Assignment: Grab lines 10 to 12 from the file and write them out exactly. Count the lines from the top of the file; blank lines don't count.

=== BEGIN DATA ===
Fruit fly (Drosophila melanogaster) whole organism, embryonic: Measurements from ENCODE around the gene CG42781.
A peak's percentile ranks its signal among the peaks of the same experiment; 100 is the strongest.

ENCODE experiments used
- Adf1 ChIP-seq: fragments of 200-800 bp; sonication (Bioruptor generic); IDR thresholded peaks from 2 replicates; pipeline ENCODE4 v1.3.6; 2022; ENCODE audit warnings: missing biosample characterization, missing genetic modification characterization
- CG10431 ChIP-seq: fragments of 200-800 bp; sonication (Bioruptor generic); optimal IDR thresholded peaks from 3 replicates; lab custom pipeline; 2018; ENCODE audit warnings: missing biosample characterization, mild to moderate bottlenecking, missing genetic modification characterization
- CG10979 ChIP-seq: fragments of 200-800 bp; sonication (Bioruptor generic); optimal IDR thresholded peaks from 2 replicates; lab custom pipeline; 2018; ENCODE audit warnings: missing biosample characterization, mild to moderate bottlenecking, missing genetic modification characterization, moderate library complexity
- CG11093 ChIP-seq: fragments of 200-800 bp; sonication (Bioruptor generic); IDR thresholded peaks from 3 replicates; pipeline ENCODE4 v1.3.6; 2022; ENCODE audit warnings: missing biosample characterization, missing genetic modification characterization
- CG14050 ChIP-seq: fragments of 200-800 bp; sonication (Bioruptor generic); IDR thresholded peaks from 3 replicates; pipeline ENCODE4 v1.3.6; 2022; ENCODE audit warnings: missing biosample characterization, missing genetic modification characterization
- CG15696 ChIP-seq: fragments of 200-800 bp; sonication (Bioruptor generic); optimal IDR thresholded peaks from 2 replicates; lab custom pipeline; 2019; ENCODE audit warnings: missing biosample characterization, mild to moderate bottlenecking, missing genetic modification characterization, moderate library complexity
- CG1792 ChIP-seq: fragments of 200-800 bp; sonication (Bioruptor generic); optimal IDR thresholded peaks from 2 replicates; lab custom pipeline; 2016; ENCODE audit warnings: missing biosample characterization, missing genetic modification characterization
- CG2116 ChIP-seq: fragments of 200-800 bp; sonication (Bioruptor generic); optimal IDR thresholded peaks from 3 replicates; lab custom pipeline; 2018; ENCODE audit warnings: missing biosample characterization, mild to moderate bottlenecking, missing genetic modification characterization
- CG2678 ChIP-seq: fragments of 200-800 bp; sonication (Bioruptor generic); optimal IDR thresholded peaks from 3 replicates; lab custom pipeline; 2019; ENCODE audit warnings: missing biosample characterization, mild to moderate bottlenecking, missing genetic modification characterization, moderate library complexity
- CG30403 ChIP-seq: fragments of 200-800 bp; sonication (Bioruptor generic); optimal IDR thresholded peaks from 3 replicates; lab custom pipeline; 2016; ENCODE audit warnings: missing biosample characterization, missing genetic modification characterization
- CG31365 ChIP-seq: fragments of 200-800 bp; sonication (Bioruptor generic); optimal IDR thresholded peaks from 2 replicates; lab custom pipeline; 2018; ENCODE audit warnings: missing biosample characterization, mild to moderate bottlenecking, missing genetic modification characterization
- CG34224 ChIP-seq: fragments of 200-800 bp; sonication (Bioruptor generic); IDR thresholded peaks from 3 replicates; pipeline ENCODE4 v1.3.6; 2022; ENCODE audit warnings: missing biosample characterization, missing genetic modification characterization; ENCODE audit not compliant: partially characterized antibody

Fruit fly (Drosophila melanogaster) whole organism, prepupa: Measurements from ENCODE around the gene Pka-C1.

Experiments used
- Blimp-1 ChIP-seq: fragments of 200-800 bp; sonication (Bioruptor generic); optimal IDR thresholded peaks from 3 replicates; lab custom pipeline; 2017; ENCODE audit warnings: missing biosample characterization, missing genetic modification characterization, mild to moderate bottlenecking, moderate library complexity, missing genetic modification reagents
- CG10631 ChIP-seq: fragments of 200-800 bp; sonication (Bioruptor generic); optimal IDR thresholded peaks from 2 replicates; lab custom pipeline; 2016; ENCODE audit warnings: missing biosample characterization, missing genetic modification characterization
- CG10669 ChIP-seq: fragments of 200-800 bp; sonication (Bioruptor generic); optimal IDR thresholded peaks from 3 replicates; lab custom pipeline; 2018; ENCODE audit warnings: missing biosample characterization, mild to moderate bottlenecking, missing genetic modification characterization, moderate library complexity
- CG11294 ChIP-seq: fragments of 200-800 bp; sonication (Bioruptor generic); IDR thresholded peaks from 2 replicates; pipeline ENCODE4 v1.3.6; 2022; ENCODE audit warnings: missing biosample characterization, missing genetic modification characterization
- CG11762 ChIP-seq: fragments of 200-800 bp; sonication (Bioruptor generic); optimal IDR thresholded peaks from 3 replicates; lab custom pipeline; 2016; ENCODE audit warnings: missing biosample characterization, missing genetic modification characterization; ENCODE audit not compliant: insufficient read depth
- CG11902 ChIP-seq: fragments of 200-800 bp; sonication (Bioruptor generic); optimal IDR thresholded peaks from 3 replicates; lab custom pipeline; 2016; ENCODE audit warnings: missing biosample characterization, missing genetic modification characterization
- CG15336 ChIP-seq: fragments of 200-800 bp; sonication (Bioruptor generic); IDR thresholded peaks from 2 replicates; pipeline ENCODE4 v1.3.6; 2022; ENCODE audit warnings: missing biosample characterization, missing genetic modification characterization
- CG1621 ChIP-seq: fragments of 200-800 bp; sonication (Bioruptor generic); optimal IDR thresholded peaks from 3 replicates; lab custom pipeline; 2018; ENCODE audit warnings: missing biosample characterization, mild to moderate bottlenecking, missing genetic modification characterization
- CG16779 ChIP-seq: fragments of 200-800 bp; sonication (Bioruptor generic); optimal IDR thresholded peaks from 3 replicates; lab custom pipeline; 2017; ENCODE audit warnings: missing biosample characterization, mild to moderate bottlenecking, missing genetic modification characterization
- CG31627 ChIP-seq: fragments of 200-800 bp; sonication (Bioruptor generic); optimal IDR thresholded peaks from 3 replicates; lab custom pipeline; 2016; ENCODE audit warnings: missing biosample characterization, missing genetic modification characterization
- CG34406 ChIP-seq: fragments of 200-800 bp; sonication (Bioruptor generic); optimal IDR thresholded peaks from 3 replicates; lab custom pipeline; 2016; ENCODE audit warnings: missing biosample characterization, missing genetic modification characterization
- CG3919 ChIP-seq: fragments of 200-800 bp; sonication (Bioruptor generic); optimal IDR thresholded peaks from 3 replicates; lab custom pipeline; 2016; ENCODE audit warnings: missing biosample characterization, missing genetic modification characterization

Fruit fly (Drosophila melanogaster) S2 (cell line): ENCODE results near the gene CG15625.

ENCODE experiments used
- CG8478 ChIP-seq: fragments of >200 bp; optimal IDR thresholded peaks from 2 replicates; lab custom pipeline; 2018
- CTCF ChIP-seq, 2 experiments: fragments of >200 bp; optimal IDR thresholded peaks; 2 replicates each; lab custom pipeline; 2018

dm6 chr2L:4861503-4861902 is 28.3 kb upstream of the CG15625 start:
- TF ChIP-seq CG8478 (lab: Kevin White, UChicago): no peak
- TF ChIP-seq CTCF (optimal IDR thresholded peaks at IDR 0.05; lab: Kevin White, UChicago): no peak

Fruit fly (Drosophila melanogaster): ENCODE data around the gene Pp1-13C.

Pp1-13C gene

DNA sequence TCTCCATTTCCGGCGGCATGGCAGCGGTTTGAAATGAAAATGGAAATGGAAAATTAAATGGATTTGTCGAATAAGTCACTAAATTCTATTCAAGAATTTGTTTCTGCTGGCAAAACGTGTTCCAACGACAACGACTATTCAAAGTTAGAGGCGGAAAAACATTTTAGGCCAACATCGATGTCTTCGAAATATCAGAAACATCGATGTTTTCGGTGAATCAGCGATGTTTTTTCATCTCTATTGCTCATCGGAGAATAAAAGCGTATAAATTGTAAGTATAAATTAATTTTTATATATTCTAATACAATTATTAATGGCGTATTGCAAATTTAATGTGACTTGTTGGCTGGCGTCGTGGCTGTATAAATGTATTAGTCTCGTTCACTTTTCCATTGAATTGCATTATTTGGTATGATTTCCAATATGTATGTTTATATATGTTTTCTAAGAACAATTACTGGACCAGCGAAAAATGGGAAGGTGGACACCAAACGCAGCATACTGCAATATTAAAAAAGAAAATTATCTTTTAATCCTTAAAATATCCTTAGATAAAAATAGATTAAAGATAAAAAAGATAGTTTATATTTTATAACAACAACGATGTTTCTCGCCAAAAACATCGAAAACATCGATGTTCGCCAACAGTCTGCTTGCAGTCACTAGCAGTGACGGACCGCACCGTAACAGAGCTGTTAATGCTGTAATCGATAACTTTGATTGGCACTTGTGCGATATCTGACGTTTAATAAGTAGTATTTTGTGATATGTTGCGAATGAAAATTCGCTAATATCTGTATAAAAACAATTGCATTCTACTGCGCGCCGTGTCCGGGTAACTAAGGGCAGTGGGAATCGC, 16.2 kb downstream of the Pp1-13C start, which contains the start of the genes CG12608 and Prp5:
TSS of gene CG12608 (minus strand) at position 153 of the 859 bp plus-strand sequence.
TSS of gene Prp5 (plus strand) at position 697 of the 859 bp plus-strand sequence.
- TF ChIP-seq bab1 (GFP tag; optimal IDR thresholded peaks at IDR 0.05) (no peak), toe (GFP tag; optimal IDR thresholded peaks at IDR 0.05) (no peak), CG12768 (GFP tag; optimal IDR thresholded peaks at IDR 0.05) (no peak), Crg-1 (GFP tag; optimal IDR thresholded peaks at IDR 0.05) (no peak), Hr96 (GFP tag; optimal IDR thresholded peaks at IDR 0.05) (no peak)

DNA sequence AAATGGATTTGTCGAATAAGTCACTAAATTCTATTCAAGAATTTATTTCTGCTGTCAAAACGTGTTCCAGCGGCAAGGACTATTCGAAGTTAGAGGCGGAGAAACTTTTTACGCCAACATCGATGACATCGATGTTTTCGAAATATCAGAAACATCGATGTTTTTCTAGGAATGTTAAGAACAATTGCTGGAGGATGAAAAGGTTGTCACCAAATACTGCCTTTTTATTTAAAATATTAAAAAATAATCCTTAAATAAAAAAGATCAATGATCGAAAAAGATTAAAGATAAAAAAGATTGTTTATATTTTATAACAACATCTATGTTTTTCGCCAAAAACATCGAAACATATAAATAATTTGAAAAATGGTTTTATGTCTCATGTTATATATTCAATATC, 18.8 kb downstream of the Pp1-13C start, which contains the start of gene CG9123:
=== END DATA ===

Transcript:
- CG1792 ChIP-seq: fragments of 200-800 bp; sonication (Bioruptor generic); optimal IDR thresholded peaks from 2 replicates; lab custom pipeline; 2016; ENCODE audit warnings: missing biosample characterization, missing genetic modification characterization
- CG2116 ChIP-seq: fragments of 200-800 bp; sonication (Bioruptor generic); optimal IDR thresholded peaks from 3 replicates; lab custom pipeline; 2018; ENCODE audit warnings: missing biosample characterization, mild to moderate bottlenecking, missing genetic modification characterization
- CG2678 ChIP-seq: fragments of 200-800 bp; sonication (Bioruptor generic); optimal IDR thresholded peaks from 3 replicates; lab custom pipeline; 2019; ENCODE audit warnings: missing biosample characterization, mild to moderate bottlenecking, missing genetic modification characterization, moderate library complexity